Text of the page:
Chromatographic analyses were undertaken in an HPLC Shimadzu SCL-10AVP (Kyoto, Japan) multisolvent delivery system equipped with a (Shimadzu SPD-M10Avp) photodiode array detector. Analyses were performed using the analytical reverse phase column C18 CLC-ODS (M) 25 cm × 4.6 mm (Shimadzu) with a particle diameter of 5 μm. The mobile phase consisted of a mixture of increasing proportions of CH3OH in water with trifluoroacetic acid 0.01% (TFA). The elution program was 15–50% within 45 min, followed by 50–90% within 65 min and 90–15% within 70 min.

The EtOAc fraction (2.5 g) was chromatographed on HSCCC (high-speedy countercurrent chromatography). The chromatography was performed using interconnected 2 mm diameter columns of 102 mL and 105 mL with rotation of 850 rpm. The solvent ratio was hexanes : n-BuOH 1 : 1 (mobile phase) and CH3OH : H2O2 0.4 : 1 (stationary phase), which exhibited settling time of 25 s. The values of partition coefficients were calculated from the data of the area of individual peaks in the chromatograms of the mobile and stationary phases of the solvent system. The mobile phase was eluted at the head-tail direction. Ten-milliliter fractions were combined after TLC analysis. Two fractions were purified in a preparative HPLC SPD-20 A UV-DAD with software LC-Solution Single (C18 Prep-ODS; 20 mm × 25 cm; Shimadzu) using an elution program consisting of 35–80% CH3OH in water (v/v) (20 min).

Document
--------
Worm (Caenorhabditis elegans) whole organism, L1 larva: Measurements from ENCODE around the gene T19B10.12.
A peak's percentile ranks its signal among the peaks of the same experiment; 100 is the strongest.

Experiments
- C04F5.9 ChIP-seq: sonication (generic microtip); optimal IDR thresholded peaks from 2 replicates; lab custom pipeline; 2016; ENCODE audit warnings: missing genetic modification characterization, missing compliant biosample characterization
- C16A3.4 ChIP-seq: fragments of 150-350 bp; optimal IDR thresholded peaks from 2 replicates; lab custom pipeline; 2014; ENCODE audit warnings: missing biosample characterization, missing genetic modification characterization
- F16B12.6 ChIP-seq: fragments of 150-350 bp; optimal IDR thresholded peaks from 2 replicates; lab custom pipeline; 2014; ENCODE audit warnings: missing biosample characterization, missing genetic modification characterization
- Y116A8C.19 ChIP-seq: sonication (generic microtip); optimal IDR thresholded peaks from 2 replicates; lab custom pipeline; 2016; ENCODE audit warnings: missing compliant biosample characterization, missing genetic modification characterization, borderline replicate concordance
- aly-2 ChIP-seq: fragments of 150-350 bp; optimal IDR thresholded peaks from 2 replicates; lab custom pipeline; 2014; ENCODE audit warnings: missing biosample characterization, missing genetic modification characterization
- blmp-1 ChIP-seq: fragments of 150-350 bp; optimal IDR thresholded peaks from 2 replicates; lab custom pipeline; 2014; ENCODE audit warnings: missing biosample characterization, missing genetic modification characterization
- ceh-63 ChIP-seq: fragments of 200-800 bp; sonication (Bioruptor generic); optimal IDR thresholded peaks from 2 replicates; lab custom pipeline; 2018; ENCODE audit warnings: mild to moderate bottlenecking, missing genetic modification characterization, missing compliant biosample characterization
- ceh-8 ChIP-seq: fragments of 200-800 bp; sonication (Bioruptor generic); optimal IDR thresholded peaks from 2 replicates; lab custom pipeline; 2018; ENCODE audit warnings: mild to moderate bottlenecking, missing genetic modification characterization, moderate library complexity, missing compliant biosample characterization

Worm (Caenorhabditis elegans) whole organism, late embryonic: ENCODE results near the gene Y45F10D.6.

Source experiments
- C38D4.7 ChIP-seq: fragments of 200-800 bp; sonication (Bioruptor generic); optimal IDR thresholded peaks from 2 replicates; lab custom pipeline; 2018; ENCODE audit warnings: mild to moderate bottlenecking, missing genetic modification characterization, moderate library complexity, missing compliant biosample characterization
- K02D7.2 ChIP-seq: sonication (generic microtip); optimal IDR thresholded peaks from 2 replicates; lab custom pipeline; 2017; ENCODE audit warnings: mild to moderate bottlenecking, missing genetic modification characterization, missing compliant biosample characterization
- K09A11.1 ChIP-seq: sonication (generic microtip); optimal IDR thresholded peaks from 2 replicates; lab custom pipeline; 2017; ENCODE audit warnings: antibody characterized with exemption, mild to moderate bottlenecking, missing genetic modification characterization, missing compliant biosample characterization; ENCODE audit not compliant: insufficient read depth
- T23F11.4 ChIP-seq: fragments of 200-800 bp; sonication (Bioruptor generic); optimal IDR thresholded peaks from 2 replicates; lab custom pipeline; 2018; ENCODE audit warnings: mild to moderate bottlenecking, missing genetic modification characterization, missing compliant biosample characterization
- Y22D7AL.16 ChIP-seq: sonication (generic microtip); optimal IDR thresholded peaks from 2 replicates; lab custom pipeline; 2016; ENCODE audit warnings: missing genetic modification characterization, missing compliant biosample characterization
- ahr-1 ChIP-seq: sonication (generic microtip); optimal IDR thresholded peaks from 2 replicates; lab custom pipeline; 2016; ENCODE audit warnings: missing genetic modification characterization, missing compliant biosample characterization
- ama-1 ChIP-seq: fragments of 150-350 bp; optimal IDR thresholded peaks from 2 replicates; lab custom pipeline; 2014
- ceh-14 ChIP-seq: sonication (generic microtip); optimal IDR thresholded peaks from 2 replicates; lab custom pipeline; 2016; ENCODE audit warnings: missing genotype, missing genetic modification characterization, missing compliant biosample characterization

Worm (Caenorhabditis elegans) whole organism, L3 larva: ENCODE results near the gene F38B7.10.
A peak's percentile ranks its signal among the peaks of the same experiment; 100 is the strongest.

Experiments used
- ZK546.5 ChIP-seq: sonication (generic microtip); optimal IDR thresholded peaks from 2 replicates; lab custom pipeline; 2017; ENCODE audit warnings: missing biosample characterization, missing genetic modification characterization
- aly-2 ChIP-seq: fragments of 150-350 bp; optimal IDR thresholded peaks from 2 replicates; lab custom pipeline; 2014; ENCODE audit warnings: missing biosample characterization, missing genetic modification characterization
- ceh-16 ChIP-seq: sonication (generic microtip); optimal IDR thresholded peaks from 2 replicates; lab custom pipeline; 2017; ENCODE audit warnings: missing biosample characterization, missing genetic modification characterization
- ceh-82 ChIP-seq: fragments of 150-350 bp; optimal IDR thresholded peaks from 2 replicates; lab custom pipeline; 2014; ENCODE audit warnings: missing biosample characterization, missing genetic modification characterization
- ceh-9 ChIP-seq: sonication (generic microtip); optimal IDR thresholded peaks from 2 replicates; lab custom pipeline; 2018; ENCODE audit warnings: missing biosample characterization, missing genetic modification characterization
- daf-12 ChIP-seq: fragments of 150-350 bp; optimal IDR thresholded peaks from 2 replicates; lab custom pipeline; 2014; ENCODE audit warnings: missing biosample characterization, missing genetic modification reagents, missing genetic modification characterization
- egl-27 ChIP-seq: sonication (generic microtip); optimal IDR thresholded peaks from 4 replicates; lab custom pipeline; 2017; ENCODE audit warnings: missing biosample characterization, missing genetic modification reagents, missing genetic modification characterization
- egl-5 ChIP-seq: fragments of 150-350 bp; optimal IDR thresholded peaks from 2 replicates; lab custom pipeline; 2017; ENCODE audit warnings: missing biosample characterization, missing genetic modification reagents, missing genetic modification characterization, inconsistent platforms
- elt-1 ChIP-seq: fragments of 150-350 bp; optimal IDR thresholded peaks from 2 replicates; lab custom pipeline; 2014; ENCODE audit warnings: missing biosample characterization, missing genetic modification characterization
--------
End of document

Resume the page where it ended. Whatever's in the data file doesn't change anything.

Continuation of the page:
The nuclear magnetic resonance spectra (NMR) 1H, 13C NMR, and spectrometric dimensional techniques were recorded on spectrometer (Bruker-Avance DRX500), operating at 500 MHz (1H-NMR) and 125 MHz (13C-NMR). The samples were prepared in Aldrich deuterated dimethyl sulfoxide (DMSO-d6).

2.2. Animals

Male Wistar rats (130–180 g) and Swiss mice (20–30 g) were provided by the Central Animal House of University of São Paulo, Ribeirão Preto. Animals were housed in 12 h light-dark cycles at 22 ± 1°C with free access to food and water. The experiments were carried out in accordance with the guidelines for the care of laboratory animals [7]. It was approved by the Ethical Committee for Animal Care of the University of São Paulo (process numbers 09.1.1373.53.6 and 11.1.471.53.7). Saline vehicle (control; 0.9%), Cop, quercitrin, and afzelin were administered by gavage (10 mL/kg) and the number of animals was the minimum necessary to show consistent results.

2.3. Locomotor Performance and Toxicity Evaluation

Groups of four Swiss mice were observed during the first four hours to signs of general toxicity, restlessness, lethargy, aggressiveness, breathing, salivation, tearing, extremities cyanosis, piloerection, and mortality. In the 15th day the mice were euthanized, followed by necropsy and macroscopic observation of the organs. The method followed the requirements of OECD 423 [8]. The treatment groups were saline vehicle, Cop (30, 100, 300, and 1000 mg/kg), quercitrin (3, 10, 30, and 100 mg/kg), and afzelin (3, 10, 30, and 100 mg/kg). For evaluating locomotor performance a plastic box measuring 45 × 45 × 20 cm was used, with the bottom divided into nine equal areas (15 × 15 cm). The number of areas crossed by four paws of the animals was counted during six minutes and taken as an index behavior.

2.4. Acetic Acid-Induced Writhing Response

Mice were randomly assigned to groups with six mice. The saline vehicle, indomethacin (10 mg/kg, Sigma-Aldrich, batch 115K0689), Cop (100, 200, and 400 mg/kg), quercitrin (100 mg/kg), and afzelin (100 mg/kg) were administered orally by gavage (10 mL/kg) 60 min before intraperitoneal injection of 0.6% v/v acetic acid at 10 mL/kg. The writhing response was measured during 20 min after injection of acetic acid and expressed as writhing numbers [9].